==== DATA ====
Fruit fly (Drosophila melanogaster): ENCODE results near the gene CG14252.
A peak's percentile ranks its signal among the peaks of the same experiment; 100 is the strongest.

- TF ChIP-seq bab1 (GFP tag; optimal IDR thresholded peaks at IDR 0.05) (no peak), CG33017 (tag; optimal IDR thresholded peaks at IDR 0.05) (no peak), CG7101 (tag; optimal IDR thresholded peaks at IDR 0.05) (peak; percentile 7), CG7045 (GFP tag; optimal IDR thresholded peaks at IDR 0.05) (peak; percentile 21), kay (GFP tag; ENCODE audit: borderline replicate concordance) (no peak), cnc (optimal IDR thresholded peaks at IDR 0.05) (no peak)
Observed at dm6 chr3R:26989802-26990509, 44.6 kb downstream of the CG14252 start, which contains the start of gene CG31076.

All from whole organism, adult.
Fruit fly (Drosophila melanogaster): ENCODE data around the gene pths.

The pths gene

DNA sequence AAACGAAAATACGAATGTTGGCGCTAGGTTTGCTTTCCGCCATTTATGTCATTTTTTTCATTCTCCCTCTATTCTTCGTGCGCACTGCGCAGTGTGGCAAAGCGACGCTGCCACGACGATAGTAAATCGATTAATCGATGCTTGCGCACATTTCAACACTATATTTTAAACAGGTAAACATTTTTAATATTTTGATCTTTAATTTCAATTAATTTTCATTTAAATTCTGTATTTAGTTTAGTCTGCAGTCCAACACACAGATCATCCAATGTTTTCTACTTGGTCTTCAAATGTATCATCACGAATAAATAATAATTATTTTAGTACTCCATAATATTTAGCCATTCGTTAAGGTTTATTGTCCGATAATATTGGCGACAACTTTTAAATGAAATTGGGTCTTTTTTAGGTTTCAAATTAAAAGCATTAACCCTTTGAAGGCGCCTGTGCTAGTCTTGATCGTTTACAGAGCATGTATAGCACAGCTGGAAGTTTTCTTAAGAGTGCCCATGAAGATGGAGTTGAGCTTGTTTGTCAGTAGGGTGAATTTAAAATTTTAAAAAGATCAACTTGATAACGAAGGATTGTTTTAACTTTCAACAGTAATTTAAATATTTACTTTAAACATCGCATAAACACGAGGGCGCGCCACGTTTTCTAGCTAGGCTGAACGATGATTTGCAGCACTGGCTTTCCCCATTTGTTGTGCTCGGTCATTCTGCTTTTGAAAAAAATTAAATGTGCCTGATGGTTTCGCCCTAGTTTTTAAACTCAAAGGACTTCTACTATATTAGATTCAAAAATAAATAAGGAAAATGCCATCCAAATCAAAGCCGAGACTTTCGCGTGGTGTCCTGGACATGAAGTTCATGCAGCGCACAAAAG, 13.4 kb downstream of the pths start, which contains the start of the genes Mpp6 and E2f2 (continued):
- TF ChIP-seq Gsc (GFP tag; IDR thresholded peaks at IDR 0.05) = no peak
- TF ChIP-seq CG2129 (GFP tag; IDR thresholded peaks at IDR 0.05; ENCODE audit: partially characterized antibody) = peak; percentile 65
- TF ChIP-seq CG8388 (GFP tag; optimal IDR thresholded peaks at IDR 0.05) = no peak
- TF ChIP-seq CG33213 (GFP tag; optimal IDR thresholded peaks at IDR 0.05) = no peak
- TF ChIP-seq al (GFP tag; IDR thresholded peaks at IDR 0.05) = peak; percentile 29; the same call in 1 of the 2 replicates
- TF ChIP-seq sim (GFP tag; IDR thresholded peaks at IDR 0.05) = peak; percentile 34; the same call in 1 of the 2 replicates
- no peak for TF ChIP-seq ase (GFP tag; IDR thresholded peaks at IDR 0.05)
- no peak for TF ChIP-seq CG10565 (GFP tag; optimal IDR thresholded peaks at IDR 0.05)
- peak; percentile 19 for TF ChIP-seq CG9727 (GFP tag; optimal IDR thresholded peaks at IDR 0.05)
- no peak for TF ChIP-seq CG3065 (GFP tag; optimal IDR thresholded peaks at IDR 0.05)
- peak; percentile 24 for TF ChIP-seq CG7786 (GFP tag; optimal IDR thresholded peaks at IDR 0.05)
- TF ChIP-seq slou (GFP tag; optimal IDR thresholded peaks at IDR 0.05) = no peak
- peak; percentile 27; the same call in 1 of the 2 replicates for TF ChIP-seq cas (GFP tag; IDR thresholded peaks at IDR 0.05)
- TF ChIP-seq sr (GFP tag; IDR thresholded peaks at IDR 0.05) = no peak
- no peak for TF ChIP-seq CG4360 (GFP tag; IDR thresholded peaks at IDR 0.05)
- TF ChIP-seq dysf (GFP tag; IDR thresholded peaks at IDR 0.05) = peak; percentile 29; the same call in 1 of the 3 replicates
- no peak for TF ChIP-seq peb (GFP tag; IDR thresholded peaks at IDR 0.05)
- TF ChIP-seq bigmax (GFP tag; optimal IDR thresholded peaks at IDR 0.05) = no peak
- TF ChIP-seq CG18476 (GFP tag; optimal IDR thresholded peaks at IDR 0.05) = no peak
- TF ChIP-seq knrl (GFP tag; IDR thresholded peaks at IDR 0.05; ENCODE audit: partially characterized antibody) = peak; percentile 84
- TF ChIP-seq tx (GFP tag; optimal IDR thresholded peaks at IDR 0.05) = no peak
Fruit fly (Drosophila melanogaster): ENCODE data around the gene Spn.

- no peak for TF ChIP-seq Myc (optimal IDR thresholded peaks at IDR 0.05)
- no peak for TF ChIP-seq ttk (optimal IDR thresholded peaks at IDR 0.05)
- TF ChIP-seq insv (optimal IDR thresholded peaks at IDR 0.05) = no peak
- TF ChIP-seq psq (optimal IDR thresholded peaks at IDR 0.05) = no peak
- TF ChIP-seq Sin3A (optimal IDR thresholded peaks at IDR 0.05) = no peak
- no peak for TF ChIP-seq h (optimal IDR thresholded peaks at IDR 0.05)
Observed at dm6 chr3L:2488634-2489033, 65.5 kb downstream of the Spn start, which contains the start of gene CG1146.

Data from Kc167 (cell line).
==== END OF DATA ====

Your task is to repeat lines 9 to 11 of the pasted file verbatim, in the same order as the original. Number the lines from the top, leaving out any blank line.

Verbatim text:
- TF ChIP-seq Gsc (GFP tag; IDR thresholded peaks at IDR 0.05) = no peak
- TF ChIP-seq CG2129 (GFP tag; IDR thresholded peaks at IDR 0.05; ENCODE audit: partially characterized antibody) = peak; percentile 65
- TF ChIP-seq CG8388 (GFP tag; optimal IDR thresholded peaks at IDR 0.05) = no peak